Here are a handful of farmland updates from across the nation from

American Farmland Trust

New Hampshire Rededicates Funding for Farmland Conservation

After several years of being diverted, all proceeds from New Hampshire’s deed recording fee—an estimated $8.45 million over the next two years—will be dedicated to the state’s Land and Community Heritage Investment Program (LCHIP), thanks to strong support from legislators of both parties and from Governor Maggie Hassan. Because of LCHIP, towns and land trusts around the state, working with farmers and landowners, have permanently protected 263,000 acres of land for forestry, farming, recreation, watershed protection and habitat. This marks a significant increase from the $1.8 million that was provided in the last two-year state budget. Cris Coffin, New England Director, is thrilled with this news and thanks AFT members in New Hampshire who weighed in with their legislators during the state budget process. “New Hampshire has lost nearly one-fifth of its farmland in just the last 30 years,” Coffin noted. “With this action, the state will again be an important and reliable partner in farmland protection efforts, able to increase the state’s pace of farmland protection.”

New England Project Highlights Programs and Policies to Promote Farmland Access

Finding affordable land to lease or to buy is one of the major challenges facing the next generation of farmers in New England. Two new reports produced by the Land Access Project—a regional project in which American Farmland Trust participated—offer recommendations on ways that states, the U.S. Department of Agriculture, farm and conservation organizations, land trusts, and private investors can help to improve access to land for new and beginning farmers. The Farmland Access and Tenure Innovationsreport focuses on strategies to encourage public and private landowners to sell or lease their land to beginning farmers. The second report, Does the Option at Agricultural Value Protect Farmland for Beginning Farmers, analyzes a legal requirement—used by both the Massachusetts and Vermont farmland protection programs, as well as some land trusts—that farmland under conservation easement be sold at its agricultural value rather than market value. This would ensure the affordability of protected land for farmers, particularly beginning farmers.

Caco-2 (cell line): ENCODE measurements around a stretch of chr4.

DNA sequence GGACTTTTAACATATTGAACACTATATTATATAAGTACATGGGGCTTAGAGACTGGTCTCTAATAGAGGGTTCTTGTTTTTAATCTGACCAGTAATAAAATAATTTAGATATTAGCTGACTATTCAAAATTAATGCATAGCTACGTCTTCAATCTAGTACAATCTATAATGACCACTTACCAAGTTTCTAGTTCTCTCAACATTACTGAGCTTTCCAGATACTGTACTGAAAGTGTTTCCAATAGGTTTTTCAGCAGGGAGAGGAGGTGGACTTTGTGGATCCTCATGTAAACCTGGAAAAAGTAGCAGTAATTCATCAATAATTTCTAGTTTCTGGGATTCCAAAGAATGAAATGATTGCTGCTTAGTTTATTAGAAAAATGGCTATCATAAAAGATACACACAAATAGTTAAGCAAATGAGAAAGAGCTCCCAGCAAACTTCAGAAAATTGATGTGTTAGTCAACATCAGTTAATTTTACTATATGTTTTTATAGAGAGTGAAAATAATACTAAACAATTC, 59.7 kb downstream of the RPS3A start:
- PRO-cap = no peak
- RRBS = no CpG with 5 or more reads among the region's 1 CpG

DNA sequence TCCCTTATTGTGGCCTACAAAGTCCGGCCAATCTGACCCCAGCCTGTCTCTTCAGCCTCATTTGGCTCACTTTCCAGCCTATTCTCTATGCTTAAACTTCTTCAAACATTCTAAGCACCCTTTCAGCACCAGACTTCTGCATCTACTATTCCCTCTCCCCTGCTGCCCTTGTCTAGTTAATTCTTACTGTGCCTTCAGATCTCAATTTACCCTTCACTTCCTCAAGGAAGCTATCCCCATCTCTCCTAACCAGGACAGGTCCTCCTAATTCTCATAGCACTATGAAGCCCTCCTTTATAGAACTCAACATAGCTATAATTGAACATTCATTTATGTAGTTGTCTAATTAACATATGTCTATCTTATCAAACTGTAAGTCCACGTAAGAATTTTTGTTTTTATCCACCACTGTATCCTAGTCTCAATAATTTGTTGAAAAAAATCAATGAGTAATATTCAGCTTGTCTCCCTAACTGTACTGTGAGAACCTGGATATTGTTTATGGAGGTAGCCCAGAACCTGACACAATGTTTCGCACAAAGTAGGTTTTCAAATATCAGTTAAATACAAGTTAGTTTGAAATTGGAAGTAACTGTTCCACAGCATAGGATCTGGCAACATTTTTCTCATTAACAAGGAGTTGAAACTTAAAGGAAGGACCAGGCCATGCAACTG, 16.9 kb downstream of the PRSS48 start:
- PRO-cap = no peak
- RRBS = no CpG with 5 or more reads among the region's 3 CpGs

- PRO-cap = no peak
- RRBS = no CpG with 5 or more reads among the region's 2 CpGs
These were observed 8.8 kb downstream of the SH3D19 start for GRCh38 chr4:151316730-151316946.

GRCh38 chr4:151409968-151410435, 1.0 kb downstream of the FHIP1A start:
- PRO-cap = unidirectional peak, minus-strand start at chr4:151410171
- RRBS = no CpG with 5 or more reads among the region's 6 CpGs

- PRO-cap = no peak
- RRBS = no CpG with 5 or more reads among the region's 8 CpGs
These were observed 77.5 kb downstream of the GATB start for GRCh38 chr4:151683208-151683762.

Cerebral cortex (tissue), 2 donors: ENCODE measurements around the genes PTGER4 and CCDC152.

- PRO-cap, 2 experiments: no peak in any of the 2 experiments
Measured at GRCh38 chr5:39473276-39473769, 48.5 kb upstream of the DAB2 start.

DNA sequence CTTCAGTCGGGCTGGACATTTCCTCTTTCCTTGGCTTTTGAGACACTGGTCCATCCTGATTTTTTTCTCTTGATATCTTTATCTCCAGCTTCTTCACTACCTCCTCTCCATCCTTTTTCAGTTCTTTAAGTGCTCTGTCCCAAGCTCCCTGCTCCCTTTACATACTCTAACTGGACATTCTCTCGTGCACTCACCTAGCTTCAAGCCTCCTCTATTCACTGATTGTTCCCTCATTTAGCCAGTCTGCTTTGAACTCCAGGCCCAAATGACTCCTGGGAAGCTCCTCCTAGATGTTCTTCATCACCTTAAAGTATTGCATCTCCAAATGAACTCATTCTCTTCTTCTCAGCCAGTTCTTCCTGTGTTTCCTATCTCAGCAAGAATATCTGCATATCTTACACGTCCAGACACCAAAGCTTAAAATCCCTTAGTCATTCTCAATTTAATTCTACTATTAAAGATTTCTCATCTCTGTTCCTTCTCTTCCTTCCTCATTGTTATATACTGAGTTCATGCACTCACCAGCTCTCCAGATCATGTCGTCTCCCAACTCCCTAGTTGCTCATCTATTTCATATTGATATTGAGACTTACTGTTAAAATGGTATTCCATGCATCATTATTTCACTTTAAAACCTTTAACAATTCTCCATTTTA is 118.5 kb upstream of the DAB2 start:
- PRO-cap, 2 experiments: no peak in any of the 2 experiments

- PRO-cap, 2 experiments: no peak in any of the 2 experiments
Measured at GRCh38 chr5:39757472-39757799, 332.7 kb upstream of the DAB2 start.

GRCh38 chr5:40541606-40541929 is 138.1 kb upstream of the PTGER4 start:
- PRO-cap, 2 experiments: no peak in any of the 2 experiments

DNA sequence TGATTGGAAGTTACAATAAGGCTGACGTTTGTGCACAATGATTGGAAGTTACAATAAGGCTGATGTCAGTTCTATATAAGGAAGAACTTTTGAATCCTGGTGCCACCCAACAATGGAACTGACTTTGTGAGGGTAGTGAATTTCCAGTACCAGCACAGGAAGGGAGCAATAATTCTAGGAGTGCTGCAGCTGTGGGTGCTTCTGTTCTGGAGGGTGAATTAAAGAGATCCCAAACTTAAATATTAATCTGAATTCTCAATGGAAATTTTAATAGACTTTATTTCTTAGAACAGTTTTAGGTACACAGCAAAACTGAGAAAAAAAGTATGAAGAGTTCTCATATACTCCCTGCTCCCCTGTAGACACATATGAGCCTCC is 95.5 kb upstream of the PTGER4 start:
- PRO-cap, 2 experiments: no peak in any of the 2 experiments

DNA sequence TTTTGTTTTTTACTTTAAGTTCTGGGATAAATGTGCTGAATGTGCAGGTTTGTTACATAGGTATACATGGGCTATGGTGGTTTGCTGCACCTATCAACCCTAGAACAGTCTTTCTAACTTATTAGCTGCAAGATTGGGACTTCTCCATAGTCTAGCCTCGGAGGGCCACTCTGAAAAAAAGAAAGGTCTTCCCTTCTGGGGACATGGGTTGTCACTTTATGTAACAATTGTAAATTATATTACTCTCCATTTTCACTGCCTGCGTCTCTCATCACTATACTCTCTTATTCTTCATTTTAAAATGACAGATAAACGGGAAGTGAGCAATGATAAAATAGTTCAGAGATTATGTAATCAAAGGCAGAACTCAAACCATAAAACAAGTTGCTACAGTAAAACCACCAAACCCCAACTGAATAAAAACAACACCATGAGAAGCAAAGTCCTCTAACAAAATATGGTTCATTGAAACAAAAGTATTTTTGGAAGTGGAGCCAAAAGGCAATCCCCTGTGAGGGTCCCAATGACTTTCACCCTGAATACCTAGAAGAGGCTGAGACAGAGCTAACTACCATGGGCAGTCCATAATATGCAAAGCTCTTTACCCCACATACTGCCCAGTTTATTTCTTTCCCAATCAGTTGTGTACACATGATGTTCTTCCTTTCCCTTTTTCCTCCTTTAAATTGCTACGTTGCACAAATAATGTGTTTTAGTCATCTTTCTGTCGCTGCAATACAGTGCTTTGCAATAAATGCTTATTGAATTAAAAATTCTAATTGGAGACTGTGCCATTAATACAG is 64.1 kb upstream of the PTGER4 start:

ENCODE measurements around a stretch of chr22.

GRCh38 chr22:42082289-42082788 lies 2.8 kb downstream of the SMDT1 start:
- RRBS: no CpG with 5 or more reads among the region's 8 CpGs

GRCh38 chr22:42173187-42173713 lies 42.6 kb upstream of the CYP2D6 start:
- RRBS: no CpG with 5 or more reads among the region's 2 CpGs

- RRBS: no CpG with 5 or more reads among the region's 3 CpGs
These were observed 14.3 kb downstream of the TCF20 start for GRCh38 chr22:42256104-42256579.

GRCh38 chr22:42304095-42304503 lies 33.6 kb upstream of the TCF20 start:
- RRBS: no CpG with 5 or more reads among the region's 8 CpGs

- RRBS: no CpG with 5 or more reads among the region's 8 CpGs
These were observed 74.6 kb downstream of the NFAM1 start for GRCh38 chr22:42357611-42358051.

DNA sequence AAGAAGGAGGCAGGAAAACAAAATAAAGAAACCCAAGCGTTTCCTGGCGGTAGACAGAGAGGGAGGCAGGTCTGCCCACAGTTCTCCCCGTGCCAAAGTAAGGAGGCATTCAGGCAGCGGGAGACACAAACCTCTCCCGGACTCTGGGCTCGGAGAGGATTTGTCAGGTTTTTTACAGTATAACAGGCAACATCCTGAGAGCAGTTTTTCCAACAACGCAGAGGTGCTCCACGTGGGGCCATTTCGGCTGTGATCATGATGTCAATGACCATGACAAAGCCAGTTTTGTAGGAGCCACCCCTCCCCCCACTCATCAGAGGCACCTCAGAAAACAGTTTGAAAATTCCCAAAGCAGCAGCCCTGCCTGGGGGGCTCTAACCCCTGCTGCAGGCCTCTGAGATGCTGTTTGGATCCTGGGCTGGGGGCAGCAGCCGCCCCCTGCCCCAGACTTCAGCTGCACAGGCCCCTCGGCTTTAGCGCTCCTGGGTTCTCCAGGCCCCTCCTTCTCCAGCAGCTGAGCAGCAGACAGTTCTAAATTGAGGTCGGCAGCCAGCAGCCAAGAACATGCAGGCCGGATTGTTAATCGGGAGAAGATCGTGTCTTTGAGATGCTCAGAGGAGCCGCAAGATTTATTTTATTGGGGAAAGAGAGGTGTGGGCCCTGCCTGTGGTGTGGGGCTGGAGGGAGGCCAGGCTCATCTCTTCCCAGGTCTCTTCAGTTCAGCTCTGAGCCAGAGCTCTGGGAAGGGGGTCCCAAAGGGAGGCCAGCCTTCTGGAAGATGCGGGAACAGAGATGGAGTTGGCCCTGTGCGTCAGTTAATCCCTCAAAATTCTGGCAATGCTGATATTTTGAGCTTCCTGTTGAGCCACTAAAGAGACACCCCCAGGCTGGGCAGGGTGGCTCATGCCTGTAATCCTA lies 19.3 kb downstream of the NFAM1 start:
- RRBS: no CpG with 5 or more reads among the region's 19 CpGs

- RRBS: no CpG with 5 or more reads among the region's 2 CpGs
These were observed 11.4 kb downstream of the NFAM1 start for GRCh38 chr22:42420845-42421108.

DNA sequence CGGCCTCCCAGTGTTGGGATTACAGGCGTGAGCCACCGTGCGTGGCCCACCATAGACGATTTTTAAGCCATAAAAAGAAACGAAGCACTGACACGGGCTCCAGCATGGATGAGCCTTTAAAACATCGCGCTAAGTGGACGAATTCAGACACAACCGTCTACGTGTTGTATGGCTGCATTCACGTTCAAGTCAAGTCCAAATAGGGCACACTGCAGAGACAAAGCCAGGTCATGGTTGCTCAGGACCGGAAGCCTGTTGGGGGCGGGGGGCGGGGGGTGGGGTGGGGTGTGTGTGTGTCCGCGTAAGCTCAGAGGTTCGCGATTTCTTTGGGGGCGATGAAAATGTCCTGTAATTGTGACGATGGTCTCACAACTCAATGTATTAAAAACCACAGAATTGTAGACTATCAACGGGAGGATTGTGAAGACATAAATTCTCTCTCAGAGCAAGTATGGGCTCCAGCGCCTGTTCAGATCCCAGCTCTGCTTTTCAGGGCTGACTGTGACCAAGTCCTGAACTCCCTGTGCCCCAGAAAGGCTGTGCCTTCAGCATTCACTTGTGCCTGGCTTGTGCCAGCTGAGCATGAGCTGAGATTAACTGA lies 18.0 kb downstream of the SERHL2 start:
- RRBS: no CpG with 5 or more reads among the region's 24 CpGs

Victory for Farmland Protection in Washington State Budget

The Washington State Legislature finally passed a budget for the 2013-15 biennium and it includes $5.3 million for farmland protection, a substantial increase from the $700,000 approved in 2011. The funding will be used to purchase conservation easements on 14 farms totaling more than 6,000 acres around Washington State. American Farmland Trust led a coalition of farmers, farm organizations, and environmentalists to support the appropriation. “This is the first big success of our Farmland Forever campaign,” said Dennis Canty, Pacific Northwest Director for AFT. “We’re very proud to have played our part in a substantial increase in funding for farms and farmers.” American Farmland Trust’s Farmland Forever campaign aims to protect 70,000 additional acres of Puget Sound region farmland in large lot exclusive agricultural zoning in the next five years.

Farmland Protection Fares Well in Wisconsin Budget

Despite the fact that the state’s Purchase of Agricultural Conservation Easement Program remains unfunded, farmland protection measures did relatively well in the recently completed Wisconsin budget.  Funding was restored for county land conservation departments, a critical link in local farmland protection and conservation efforts; Governor Walker vetoed an effort to transform the state’s farmland preservation tax credit into a grants program, while also fully funding the current tax credit program; and, funds for county farmland preservation planning grants were restored.

Updates From American Farmland Trust
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